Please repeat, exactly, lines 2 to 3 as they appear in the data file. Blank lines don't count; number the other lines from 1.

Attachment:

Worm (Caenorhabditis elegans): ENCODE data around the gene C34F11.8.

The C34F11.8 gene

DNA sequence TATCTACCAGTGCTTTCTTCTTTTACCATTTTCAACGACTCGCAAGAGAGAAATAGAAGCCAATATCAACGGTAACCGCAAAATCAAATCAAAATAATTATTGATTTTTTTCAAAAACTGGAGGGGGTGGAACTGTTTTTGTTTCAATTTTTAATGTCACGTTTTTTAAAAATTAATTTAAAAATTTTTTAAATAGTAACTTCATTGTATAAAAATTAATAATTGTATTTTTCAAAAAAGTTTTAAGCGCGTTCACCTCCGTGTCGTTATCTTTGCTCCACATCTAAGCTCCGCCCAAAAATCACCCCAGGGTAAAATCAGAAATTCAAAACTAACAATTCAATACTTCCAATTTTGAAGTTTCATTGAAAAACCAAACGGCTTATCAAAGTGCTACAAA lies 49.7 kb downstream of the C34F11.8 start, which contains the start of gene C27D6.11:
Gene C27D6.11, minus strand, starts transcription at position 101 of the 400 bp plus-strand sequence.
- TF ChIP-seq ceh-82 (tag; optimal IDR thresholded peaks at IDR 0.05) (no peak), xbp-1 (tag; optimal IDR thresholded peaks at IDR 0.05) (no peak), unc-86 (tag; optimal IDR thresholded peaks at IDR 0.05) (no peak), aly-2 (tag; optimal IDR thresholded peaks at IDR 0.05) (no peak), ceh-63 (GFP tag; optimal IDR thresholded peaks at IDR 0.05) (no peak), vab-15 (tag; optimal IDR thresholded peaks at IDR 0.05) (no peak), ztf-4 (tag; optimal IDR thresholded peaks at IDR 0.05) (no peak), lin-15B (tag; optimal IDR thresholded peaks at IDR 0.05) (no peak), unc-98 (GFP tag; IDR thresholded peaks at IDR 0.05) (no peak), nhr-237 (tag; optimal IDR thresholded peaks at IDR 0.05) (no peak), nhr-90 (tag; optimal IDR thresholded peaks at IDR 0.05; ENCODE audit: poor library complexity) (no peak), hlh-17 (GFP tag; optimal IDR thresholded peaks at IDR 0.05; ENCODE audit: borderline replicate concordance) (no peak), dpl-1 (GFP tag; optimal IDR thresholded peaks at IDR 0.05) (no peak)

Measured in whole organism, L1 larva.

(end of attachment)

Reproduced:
The C34F11.8 gene

DNA sequence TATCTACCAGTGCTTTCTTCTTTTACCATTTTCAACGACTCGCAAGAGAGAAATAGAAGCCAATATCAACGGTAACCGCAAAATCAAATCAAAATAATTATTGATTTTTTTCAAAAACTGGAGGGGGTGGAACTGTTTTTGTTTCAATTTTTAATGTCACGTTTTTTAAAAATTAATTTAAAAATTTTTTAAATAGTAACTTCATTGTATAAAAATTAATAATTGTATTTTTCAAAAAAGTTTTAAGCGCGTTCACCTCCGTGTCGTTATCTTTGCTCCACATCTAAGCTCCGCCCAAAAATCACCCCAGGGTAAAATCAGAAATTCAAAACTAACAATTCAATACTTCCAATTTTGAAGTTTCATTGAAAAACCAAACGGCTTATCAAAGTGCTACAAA lies 49.7 kb downstream of the C34F11.8 start, which contains the start of gene C27D6.11: